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Redirect problem on Websphere

 
roel croonenberghs
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We have an application (JSF 1.2) that checks if a user is logged in or not. If not, a redirect is done to the login page. This works fine on Tomcat. But when deployed on Websphere 7 it fails.
Firts request to a page an empty blank screen is returned. Second time (reload) the redirect works as it should be.

I have this as log when it fails;


the code that does the redirect is this


and in the faces.config i have a navigation rule




Any ideas?
 
Tim Holloway
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Welcome to the JavaRanch, Roel.

Actually, my first recommendation is one you'll swiftly get sick of hearing if you hang around here much, and that's to use the built-in J2EE security system instead of a Do-it-Yourself login/security framework. I've actually got a pretty long list of why DIY security is a Bad Idea, no matter how many Java books illustrate how to do things using a custom login, but the most important one of them all is that in over a decade of J2EE, working with apps of all stripes, including financial organizations and even military stuff, I've never yet encountered a truly secure webapp that's used a DIY security system. And, in fact, most of them could be subverted in under 5 minutes by people with only minimal hacking skills.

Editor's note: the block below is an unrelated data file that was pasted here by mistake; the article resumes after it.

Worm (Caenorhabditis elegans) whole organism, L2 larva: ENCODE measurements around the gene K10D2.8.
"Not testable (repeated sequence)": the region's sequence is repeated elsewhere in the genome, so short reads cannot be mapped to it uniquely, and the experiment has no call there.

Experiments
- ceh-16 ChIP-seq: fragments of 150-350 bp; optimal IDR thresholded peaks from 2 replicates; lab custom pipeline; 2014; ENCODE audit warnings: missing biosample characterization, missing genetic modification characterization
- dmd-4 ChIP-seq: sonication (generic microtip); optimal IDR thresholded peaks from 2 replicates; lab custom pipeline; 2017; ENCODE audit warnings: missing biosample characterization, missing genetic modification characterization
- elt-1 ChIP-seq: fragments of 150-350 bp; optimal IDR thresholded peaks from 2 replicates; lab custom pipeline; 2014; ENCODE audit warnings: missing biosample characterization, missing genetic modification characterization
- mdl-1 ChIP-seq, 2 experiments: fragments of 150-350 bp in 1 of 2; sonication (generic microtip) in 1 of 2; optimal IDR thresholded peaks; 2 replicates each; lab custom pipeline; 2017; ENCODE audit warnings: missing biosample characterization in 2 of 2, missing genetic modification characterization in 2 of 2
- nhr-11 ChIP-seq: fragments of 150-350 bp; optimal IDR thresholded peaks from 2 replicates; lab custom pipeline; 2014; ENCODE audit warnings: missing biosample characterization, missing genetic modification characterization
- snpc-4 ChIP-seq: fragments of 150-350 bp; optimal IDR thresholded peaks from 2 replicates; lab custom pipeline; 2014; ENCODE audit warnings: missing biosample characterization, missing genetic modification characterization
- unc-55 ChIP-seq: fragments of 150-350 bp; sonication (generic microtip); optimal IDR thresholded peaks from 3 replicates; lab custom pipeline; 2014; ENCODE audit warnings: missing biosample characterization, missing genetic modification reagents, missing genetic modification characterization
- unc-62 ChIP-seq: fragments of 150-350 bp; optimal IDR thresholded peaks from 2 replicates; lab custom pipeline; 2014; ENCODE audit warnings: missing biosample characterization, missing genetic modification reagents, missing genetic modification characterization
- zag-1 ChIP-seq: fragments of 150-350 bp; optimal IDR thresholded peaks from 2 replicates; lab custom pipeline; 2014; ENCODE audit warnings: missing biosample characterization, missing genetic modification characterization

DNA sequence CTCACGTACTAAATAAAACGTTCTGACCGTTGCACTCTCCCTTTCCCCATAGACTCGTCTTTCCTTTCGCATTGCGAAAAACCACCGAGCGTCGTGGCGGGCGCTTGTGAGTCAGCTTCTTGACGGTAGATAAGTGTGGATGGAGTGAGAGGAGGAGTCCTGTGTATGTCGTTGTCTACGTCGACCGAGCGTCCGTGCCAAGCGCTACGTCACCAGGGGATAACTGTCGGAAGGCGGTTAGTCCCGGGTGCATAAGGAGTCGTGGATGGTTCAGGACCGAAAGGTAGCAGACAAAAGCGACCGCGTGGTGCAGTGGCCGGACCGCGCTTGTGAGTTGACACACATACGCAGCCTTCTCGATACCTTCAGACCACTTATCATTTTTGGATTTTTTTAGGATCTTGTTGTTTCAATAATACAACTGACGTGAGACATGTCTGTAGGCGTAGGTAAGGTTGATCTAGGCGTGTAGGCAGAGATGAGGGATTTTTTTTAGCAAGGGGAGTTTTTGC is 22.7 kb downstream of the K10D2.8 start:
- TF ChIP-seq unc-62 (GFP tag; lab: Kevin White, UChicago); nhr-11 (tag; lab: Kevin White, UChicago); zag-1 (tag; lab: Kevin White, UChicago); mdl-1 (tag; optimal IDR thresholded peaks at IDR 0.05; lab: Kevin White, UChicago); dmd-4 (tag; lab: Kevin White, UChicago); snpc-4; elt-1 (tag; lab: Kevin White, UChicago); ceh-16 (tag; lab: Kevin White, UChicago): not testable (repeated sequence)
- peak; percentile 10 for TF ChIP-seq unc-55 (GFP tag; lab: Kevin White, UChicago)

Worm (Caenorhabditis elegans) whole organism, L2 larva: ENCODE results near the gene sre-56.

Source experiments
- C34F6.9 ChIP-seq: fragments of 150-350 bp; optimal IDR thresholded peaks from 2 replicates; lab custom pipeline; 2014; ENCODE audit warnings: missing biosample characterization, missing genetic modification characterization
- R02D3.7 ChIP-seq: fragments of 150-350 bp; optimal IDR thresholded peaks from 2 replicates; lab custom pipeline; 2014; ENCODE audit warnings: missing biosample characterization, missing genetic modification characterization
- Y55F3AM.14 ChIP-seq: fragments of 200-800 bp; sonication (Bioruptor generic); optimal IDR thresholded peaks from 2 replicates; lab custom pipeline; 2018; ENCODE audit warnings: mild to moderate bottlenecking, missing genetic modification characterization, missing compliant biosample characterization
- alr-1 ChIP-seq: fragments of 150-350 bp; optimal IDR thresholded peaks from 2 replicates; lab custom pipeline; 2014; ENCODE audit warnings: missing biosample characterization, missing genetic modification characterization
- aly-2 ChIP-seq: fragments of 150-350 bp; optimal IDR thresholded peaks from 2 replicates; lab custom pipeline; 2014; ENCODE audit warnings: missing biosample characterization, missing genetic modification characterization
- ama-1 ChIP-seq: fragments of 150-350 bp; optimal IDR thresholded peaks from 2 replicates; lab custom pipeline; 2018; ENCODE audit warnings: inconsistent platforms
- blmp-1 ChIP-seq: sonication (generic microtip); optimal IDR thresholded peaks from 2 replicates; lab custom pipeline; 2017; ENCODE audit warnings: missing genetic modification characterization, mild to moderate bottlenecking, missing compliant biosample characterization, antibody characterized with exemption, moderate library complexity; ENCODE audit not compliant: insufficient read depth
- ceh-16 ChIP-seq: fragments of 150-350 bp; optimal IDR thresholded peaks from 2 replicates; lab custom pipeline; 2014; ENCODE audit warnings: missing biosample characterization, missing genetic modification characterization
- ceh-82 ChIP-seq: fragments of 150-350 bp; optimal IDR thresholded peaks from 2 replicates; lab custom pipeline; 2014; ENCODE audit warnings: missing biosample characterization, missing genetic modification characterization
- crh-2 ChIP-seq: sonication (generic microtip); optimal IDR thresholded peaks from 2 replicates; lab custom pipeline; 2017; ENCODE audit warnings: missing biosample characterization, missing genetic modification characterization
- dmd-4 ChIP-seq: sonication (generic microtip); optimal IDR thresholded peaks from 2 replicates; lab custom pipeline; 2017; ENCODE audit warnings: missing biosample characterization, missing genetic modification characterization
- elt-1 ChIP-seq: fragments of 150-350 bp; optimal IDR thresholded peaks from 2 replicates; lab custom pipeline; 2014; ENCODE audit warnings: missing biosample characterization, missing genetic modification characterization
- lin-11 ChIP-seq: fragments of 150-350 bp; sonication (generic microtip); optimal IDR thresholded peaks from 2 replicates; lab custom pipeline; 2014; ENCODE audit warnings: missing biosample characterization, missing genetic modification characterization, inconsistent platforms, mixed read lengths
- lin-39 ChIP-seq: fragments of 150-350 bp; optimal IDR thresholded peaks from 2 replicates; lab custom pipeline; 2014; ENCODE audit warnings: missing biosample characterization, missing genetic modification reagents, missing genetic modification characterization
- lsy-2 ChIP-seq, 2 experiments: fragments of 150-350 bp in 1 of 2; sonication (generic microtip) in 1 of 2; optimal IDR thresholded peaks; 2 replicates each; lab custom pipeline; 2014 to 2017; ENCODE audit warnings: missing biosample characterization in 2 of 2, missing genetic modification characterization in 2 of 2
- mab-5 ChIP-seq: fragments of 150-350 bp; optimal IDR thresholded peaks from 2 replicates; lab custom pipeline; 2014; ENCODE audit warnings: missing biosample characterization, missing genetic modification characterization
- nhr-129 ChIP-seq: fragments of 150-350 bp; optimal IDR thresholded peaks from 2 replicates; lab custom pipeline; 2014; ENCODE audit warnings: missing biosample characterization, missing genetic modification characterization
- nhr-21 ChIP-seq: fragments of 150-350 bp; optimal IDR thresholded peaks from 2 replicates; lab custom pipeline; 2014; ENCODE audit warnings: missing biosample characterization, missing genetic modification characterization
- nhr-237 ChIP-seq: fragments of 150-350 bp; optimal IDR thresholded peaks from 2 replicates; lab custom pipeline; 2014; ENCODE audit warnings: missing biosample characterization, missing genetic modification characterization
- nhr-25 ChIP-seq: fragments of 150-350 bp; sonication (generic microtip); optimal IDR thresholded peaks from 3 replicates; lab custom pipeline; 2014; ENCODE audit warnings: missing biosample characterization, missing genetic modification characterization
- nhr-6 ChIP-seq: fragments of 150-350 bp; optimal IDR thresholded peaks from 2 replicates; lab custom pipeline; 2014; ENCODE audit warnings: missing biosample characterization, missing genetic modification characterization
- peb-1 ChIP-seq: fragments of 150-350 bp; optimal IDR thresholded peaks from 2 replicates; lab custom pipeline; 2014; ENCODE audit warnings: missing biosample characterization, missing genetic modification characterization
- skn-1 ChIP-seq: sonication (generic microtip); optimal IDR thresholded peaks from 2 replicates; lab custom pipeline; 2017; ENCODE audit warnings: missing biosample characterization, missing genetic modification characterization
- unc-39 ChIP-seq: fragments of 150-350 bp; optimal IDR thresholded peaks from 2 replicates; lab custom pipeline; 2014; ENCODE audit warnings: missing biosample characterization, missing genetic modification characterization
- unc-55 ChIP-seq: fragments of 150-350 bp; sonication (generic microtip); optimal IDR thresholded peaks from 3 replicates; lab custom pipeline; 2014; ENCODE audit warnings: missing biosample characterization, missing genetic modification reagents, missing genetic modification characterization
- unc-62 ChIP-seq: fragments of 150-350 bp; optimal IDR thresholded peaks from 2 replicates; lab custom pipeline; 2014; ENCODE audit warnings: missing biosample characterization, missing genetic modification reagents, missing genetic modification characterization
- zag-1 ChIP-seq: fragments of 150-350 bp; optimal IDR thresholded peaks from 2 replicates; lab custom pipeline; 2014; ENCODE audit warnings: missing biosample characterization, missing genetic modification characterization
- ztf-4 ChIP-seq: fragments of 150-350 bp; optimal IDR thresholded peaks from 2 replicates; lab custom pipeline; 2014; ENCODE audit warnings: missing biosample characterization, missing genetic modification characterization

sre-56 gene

Although use of the J2EE container-managed security system is something I recommend in any event, WAS takes an especial interest in it, and that's possibly part of your problem. WAS is typically used in large Enterprise environments where there's a lot going on, security breaches can have serious financial/legal/national security implications, and management would really prefer a central security administration to having to ride herd over possibly dozens of one-off systems.

So while I regret that I can't offer an immediate solution to your problem, I can recommend considering use of a platform that's designed to be less of a problem to begin with.
 
roel croonenberghs
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>Actually, my first recommendation is one you'll swiftly get sick of hearing

Then, don't you have a second recommendation?
I don't think the security is the problem here.
Anyway, it works perfectly well on tomcat and sun java webserver.

any ideas?
 
Tim Holloway
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People don't think security is the problem. Right up until Vesuvius erupts.

Unlike regular application code, security failures are often undetectable. In fact, the best security exploits are unseen. That way, the Bad Guys can loiter around bleeding critical data from your organization virtually indefinitely, and occasionally injecting things to their own benefit. They can also tunnel through security holes in order to gain inside access to other, more critical resources in other applications and on other machines. Only kiddiez exploit security failures for instant pyrotechnics and blatant vandalism. One of the reasons why Java programming carries a higher price tag than "Git 'R Dun!" platforms is that security needs were part of the basic design both of the language and its standard platforms.